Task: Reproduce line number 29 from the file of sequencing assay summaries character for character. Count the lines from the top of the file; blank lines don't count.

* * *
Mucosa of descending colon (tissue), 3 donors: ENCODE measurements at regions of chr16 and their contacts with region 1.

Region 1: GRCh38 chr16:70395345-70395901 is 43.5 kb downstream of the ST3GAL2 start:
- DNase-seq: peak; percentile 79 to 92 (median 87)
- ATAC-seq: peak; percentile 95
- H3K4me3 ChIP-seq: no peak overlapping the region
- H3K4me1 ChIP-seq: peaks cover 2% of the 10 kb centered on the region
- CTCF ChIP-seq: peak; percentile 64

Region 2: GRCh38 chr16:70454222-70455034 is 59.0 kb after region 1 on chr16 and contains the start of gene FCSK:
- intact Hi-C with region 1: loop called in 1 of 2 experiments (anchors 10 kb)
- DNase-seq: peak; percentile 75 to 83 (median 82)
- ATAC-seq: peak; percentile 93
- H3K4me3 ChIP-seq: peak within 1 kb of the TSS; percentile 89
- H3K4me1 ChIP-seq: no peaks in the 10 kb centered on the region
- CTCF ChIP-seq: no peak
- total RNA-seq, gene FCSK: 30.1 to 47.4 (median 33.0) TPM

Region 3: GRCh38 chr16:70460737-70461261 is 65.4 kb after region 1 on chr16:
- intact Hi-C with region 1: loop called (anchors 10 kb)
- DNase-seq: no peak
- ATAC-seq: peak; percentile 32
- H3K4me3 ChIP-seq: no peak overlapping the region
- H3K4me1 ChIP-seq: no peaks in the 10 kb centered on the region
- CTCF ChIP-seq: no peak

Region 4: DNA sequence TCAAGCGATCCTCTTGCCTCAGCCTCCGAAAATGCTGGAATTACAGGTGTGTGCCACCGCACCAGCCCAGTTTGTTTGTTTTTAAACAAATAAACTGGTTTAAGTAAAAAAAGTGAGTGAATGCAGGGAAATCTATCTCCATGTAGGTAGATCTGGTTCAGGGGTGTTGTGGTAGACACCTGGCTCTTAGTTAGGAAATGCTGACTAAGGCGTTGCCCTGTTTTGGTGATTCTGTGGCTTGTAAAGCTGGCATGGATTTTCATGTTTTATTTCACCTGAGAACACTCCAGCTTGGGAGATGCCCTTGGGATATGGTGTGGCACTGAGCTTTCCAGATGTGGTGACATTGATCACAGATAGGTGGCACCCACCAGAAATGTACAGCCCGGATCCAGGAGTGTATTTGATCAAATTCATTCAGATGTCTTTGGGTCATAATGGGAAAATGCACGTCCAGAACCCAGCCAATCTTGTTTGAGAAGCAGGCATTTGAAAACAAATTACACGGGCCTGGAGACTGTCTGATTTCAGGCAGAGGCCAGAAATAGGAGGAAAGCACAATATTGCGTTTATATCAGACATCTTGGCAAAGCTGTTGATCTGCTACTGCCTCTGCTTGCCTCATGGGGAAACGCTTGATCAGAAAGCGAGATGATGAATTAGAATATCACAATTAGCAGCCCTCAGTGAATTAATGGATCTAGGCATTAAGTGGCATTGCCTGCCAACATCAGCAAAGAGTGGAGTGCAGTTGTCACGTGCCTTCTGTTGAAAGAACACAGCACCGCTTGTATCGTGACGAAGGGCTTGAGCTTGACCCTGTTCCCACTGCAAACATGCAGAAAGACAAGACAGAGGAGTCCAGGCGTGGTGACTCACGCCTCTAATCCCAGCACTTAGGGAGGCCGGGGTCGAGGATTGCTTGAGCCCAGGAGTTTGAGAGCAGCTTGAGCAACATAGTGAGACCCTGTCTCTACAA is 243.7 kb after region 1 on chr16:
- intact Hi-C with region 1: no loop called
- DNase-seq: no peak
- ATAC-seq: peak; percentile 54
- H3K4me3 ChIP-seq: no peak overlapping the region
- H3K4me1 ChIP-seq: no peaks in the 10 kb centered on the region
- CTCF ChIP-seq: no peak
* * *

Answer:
- CTCF ChIP-seq: no peak